•      - Yana Boeva, Devon Elliott, Edward Jones-Imhotep, Shezan Muhammedi and W. J. Turkel. “Doing History by Reverse Engineering Electronic Devices.” In Making Things and Drawing Boundaries, edited by Jentery Sayers. University of Minnesota Press, 2017.
  •      - W. J. Turkel and Ian Milligan. “The Challenge of ‘High-Throughput’ Computational Methods.” From Big Bang to Global Civilization: A Big History Anthology, Volume 2: Education and Understanding: Big History Around the World, edited by Barry Rodrigue, Leonid Grinin and Andrey Korotayev. Delhi, India: Primus Books, 2016.
  •      - Jentery Sayers, Devon Elliott, Kari Krauss, Beth Nowviskie and W. J. Turkel. “Between Bits and Atoms: Physical Computing and Fabrication in the Humanities.” The New Companion to the Digital Humanities, edited by Susan Schreibman, Ray Siemens and John Unsworth. Hoboken, NJ: Wiley-Blackwell, 2016.
  •      - W. J. Turkel and Devon Elliott. “Making and Playing with Models: Using Rapid Prototyping to Explore the History and Technology of Stage Magic.” Pastplay: Teaching and Learning History with Technology, edited by Kevin Kee. Ann Arbor: University of Michigan Press, 2014.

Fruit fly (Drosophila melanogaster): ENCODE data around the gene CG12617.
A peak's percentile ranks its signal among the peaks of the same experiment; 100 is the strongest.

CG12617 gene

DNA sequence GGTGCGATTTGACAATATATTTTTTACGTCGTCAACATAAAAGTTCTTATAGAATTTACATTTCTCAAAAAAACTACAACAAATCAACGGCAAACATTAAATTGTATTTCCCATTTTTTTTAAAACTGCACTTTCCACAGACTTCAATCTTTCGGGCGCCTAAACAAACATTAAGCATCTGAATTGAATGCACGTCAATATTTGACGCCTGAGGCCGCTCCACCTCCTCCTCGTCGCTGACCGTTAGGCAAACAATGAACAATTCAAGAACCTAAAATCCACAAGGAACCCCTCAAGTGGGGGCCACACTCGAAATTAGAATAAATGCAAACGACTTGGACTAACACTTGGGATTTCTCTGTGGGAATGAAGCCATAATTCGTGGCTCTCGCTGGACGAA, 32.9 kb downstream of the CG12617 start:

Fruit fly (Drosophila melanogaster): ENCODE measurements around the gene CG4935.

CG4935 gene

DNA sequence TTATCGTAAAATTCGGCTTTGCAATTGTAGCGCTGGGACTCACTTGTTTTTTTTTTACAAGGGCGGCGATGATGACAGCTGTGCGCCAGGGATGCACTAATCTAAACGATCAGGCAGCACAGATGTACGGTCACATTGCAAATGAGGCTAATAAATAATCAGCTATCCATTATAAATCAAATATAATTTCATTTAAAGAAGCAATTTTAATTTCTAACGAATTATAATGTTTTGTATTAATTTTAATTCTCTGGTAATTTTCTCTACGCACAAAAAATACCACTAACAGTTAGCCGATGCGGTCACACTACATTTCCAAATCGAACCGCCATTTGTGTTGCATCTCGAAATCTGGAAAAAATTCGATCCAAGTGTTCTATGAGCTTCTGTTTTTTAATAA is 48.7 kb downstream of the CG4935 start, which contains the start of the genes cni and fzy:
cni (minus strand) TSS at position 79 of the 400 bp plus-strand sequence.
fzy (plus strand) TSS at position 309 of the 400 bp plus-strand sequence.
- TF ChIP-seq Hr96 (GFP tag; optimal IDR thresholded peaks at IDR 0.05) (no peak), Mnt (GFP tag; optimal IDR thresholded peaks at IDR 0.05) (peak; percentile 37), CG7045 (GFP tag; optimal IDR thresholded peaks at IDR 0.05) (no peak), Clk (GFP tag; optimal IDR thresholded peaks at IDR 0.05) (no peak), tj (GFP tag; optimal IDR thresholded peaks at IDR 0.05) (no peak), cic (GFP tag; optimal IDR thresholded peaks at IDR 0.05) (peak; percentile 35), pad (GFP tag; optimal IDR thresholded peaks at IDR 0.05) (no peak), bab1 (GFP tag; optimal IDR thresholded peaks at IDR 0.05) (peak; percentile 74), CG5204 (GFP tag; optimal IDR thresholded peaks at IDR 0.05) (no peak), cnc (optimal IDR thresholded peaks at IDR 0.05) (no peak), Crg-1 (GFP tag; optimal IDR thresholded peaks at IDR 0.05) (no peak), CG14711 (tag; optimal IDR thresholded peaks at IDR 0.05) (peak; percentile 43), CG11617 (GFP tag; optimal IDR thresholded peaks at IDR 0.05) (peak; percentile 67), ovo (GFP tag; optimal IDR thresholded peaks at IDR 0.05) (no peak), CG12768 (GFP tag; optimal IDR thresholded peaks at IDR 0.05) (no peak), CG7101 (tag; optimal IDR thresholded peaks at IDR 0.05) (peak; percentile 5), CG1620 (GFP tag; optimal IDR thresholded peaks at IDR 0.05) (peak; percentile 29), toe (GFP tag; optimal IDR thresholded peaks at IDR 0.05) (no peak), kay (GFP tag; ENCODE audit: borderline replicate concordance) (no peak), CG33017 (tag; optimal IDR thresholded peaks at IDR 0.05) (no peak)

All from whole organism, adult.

Selected Funding

  •      - 2015-20 - “A Longitudinal Analysis of the Canadian World Wide Web as a Historical Resource, 1996-2014.” Ian Milligan (applicant) with Nick Ruest and W. J. Turkel
  •      - 2015-19 - “The Golden Age of Cranks: Communication Networks and Heterodox Ideas in 19th-Century North America.” Rob MacDougall (applicant) with W. J. Turkel
  •      - 2013-17 - “Humanities Physical Computing and Fabrication for Cultural Heritage.” Jentery Sayers (applicant) with W. J. Turkel


Awards and Distinctions

  •      - 2004-14 - Project Director of Digital Infrastructure, NiCHE: Network in Canadian History & Environment/ Nouvelle initiative canadienne en histoire de l'environnement (SSHRC Strategic Knowledge Cluster)